TABLE 1______________________________________Club-Head Weight and Location of the Center of MassFor Two Representative WoodsClub head Weight x-coord. y-coord. z coord______________________________________#3 Metal 0.456 lb. 1.15 in. 0.72 in. 3.08 in.#1 Wood 0.465 lb. 1.17 in. 0.22 in. 3.91 in.______________________________________ If a rigid body is suspended with a fixed axis of rotation and allowed to swing with small amplitude as a compound pendulum, the moment of inertia about the axis of rotation is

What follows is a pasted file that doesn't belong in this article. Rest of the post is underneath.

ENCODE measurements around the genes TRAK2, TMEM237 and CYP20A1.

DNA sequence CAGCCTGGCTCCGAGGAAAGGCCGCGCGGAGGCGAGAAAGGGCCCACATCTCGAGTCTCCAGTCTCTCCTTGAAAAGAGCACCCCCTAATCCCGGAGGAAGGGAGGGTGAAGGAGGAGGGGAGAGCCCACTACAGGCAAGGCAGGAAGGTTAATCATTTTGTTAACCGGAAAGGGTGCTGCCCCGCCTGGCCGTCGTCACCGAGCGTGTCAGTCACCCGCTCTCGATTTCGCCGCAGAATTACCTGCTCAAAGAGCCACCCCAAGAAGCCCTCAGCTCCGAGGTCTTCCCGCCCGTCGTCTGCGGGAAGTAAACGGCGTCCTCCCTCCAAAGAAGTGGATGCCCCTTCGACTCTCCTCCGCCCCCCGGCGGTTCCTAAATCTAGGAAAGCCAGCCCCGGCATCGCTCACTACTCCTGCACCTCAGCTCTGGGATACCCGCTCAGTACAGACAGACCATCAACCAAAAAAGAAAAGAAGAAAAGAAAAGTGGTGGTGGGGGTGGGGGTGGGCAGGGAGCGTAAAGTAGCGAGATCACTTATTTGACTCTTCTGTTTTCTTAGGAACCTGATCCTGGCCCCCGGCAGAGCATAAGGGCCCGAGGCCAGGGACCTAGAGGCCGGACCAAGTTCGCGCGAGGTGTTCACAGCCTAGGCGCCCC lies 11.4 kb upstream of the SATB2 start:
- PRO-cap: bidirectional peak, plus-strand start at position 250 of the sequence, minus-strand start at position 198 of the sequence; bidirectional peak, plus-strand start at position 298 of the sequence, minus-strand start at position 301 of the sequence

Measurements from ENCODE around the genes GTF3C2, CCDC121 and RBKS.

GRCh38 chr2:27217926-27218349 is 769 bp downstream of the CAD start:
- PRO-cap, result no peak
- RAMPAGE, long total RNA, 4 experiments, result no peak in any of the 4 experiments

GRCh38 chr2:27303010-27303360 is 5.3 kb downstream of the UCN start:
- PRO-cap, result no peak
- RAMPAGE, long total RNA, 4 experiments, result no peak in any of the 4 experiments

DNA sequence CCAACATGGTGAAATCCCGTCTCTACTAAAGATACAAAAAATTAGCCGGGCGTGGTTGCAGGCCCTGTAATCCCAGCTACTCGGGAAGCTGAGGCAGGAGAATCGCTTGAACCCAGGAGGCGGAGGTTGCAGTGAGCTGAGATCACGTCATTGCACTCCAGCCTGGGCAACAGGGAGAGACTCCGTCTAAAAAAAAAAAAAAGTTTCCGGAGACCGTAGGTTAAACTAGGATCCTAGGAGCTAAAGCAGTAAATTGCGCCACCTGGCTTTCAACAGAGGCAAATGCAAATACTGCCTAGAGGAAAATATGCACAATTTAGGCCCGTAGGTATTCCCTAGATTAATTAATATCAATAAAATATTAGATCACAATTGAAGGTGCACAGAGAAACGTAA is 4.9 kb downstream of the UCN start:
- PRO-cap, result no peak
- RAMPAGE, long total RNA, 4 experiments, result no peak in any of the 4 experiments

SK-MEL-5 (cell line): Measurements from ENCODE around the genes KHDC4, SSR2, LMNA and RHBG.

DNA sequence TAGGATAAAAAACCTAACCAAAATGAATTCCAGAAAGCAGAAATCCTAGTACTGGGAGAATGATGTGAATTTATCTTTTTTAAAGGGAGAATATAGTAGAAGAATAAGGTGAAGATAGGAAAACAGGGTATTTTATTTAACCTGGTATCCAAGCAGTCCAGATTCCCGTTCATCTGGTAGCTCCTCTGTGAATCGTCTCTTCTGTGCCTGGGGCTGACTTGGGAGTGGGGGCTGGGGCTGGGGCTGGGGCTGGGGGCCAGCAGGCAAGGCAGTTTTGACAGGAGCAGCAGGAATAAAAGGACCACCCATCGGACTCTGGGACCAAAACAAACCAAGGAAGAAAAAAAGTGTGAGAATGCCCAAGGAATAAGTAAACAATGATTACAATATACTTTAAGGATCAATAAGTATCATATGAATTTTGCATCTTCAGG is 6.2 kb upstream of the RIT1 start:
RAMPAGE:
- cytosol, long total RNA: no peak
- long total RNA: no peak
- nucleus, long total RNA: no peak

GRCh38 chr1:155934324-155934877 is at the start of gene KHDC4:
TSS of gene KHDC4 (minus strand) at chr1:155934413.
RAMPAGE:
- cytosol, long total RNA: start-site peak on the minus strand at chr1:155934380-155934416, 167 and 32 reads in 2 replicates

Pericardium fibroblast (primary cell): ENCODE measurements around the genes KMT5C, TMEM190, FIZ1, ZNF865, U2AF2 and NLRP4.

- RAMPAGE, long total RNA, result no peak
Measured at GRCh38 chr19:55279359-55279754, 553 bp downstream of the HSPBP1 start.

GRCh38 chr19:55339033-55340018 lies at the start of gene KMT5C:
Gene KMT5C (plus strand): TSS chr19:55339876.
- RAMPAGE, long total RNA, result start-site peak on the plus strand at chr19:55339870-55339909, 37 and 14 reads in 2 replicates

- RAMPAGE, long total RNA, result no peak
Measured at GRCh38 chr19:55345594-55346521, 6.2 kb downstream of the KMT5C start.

I=1Mg/w where I is the moment of inertia in slug-ft-sqrd, 1 is the distance from the axis of rotation to the center of mass in ft, m is the mass of the rigid body in slugs, g is the acceleration due to gravity in ft/sec-sqrd and w is the undamped natural frequency of oscillation in rad/sec. For larger amplitude swinging, one can derive the equivalent large amplitude relationship or use corrections from a table in Beer, F. P. and E. R. Johnston, Jr. 1984, Vector Mechanics for Engineers--Dynamics, 4th Edition, McGraw-Hill Book Co., New York. This table can be used to adapt equation (1) to large amplitude experiments. Then, the parallel-axis theorem